Perched high on the wall in the Braun Room at Harvard Divinity School’s (HDS) Andover Hall is the newest member of an esteemed club that is diversifying Harvard with each passing year.
Just above the portrait of the Rev. Francis Parkman, the prominent 19th-century theologian for whom the Parkman Professor of Divinity is named, hangs a new painting of Preston N. Williams, Houghton Research Professor of Theology and Contemporary Change Emeritus.
“The Braun room [pronounced Brown] up until today was very white,” said Harvey Cox, Hollis Research Professor of Divinity Emeritus, who lauded Williams for his four decades of service to Harvard during an unveiling ceremony on Tuesday.
The artist is Stephen Coit ’71, who has painted numerous Harvard figures. The work is the product of the Harvard Foundation’s Portraiture Project, whose goal is to reflect the diversity of individuals who have served Harvard for at least a quarter century, including (but not limited to) persons of African-American, Asian-American, Latino American, and Native American backgrounds.
Professor S. Allen Counter, director of the Harvard Foundation, coordinates the committee, the members of which are Harvard College students and faculty.
In the background of Williams’ portrait is one of Parkman, dressed in black robes and a high, white collar with his hand resting on a crimson book.
Coit said he was inspired to include Parkman in the backdrop in part because he was “known for his kindness, his tolerance, his generosity. And he had a uniform benevolence and kind feelings with which he regarded all around him.”
“I think there are things these men share, and things they don’t share,” said Coit, referencing their similar natures but the vastly different times in which they lived.
“I think Rev. Parkman could not have conceived of this day and this portrait. It’s a different world. And yet I think he would have been absolutely thrilled, because the portrait above represents the change in the religious community, the change in what challenges [we face], the changes in the nation, and changes at Harvard.”
During the ceremony, David Evans, a Harvard senior admissions officer whose own portrait, also painted by Coit, hangs in Lamont Library, paid tribute to Williams, calling him a “worthy and honorable man,” and remarking on Williams’ efforts to engage with the broader Harvard community throughout his career.
“He extended himself to students at the undergraduate level and otherwise, and we are the better for it,” said Evans.
Williams was acting dean of HDS from 1974 to 1975, and the acting and first director of Harvard’s W.E.B. Du Bois Institute for African and African American Research. From 1998 to 2008, he was director of the Summer Leadership Institute, a program that has brought religious leaders from urban settings to Harvard for classes on community development.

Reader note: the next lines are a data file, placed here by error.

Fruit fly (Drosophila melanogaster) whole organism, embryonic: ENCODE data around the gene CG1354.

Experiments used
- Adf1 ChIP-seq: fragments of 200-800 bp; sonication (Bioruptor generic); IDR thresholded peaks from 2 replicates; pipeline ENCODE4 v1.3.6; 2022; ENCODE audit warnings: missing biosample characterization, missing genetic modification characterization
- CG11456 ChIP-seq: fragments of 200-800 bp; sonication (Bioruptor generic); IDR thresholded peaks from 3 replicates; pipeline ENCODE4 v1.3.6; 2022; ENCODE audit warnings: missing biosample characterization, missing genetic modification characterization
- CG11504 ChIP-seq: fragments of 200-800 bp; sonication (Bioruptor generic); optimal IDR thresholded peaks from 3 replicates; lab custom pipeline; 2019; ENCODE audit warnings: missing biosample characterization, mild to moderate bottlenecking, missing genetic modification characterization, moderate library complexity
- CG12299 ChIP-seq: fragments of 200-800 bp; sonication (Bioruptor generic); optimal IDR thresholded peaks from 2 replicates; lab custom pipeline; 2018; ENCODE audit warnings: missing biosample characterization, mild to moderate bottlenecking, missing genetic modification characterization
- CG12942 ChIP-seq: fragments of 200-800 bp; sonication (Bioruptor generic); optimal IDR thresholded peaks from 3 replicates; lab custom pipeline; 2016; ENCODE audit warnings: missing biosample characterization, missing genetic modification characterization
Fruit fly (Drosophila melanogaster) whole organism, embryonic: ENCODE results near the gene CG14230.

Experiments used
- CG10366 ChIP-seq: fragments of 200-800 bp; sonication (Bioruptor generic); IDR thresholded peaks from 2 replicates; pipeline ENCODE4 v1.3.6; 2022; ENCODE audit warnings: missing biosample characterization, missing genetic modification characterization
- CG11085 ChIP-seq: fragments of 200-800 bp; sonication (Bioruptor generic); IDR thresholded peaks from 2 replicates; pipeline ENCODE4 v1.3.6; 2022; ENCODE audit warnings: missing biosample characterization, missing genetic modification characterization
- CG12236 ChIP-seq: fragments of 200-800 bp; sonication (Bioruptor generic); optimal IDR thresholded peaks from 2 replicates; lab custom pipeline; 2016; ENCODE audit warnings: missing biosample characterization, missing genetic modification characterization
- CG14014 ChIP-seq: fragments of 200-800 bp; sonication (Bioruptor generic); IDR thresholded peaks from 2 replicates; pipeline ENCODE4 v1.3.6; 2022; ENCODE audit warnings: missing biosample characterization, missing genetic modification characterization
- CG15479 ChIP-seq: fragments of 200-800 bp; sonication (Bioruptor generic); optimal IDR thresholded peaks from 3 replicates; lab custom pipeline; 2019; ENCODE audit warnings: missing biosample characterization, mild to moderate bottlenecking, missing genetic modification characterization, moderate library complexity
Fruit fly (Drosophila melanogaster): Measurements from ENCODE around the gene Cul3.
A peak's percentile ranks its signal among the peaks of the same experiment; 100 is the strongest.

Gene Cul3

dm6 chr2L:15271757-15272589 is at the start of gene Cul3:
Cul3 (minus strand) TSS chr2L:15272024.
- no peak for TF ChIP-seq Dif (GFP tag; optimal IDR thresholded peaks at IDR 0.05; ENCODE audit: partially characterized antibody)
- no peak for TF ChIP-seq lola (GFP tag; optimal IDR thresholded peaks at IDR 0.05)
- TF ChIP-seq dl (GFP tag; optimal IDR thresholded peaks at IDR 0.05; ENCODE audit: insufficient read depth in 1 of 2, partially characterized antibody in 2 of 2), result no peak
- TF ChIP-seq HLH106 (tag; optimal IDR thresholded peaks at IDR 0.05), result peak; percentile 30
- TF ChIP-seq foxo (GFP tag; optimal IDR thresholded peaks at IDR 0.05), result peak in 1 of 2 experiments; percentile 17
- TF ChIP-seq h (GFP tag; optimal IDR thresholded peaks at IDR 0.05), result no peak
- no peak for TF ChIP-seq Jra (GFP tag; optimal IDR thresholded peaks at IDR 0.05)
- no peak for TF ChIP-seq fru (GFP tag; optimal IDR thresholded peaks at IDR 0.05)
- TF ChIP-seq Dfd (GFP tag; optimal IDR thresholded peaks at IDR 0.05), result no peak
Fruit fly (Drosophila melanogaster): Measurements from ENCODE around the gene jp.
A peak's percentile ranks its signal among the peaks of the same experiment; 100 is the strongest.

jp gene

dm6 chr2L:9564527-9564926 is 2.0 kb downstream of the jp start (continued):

Williams thanked the many who made the unveiling possible, noting that the day was saddened only by the absence of the Rev. Peter J. Gomes, who “played a large part in bringing about the event.” Gomes, the Plummer Professor of Christian Morals and Pusey Minister in the Memorial Church, died in February. He had chaired the Portraiture Committee.
“We are pleased to become a part of Peter’s legacy,” Williams said. “We miss him, but he will always be a part of our relationship to each other.”
Williams said he was happy that the unveiling took place so close to the public unveiling of the Martin Luther King Jr. National Memorial and the anniversary of the historic 1963 civil rights march on Washington.
Above all, Williams was thrilled that the ceremony fell on the birthday of his father, Anderson James William Sr., who was born in South Carolina in 1888.
The occasion, Williams said, called to mind his parents, who “mightily struggled under segregation and discrimination to create opportunities for their sons and their grandchildren.”
“My father and my mother … would be very appreciative of this honor bestowed upon me by the Harvard Foundation and the Harvard Divinity School.”
In keeping with the theme of diversity, speakers for the HDS convocation ceremony called for continued diversity in the ranks of professors and teachers at the School and a broadening of its fields of study.
Under a tent behind Andover Hall, students gathered for a procession of HDS scholars, who entered to Aaron Copland’s moving classical work “Fanfare for the Common Man.”
Harvard Divinity School needs to continue to push for a “multiplicity of approaches and perspectives,” said Elisabeth Schüssler Fiorenza, Krister Stendahl Professor of Divinity, who urged the School to further develop a “different critical study of religion,” one that encompasses religious traditions and scholarship from Africa, Asia, and Latin America, and geared toward a “radical equality.”